- BC Games
Penticton man to lead provincial Shriners group
For the first time in nearly 30 years, a Penticton man is at the helm of a charitable group that’s known for its eye-catching parade entries, yet performs its best work away from public view as it has done for centuries.
Bruce Barker was installed earlier this year as the new potentate — or chairman — of the seven-member board of Shriners of B.C. and Yukon. He’s the first Penticton resident to hold the position, which comes with a one-year term, since Dr. Mac Berry in 1987.
Tracy Cromwell, executive director of the Shriners branch, said Barker, who works as a financial planner, brings a much-desired skill set to the position.
“It has been a few years since we have had a board chair from outside Greater Vancouver, so we are looking forward to Bruce’s leadership as we work to ensure our operation provides the best possible care and service for children throughout the province,” she said.
“As with many charitable organizations, strong fiscal management is becoming more and more important. To be a leader in the sector today, you have to have the right mix of head and heart. Bruce gives us that, with his background in financial planning and his passion for the cause,” she said.
Shriners clubs exist to serve others and “the public face is definitely the parades,” said Barker, but “we’re definitely noted for our hospital system, which consists of 22 hospitals throughout North America.”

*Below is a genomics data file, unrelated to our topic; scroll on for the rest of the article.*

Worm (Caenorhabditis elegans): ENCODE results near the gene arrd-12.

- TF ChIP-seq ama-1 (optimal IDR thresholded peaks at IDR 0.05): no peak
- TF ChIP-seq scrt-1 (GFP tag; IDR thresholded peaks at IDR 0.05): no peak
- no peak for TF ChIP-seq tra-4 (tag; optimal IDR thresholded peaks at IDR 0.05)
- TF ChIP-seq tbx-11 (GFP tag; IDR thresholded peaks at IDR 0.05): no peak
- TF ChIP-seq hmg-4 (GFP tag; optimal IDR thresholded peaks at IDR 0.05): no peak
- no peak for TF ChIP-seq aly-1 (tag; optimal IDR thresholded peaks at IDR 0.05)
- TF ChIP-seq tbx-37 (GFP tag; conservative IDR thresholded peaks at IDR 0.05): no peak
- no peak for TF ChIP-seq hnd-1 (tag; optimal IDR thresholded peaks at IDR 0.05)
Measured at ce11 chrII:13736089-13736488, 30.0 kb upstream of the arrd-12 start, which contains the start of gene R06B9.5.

The private hospitals specialize in treatment for pediatric orthopedic problems, spinal cord and burn injuries, and cleft lip and palate care.
Shriners also operate Care Cruiser buses, which in B.C. transport children to medical appointments at hospitals in the Lower Mainland or their organization’s own facilities in the U.S.
According to statistics provided by Shriners, 31 people from Penticton caught a ride last year, plus 66 from Vernon and 88 from Kelowna.
To support their charitable work, the Penticton Shrine Club hosts an annual golf tournament, and this year is planning a special one-day event in conjunction with Carl’s Jr. restaurants throughout the region, Barker said. Lesser known, perhaps, is that all Shriners are members of the Freemason fraternity.
Barker said Freemasons are “most definitely” trying to shed their shadowy reputation by emphasizing ties to programs like those offered by Shriners and inviting the public and politicians to observe his installation ceremony in Burnaby.
“The doors are opening. It’s a totally different perspective now on Freemasonry,” said Barker. “It’s not a secret society; it’s a society with secrets.”
Barker said Freemasons average 72 years in age and the group is interested in attracting new members.
More information on becoming a Shriner or Freemason is available online at www.becomeashrinernow.com.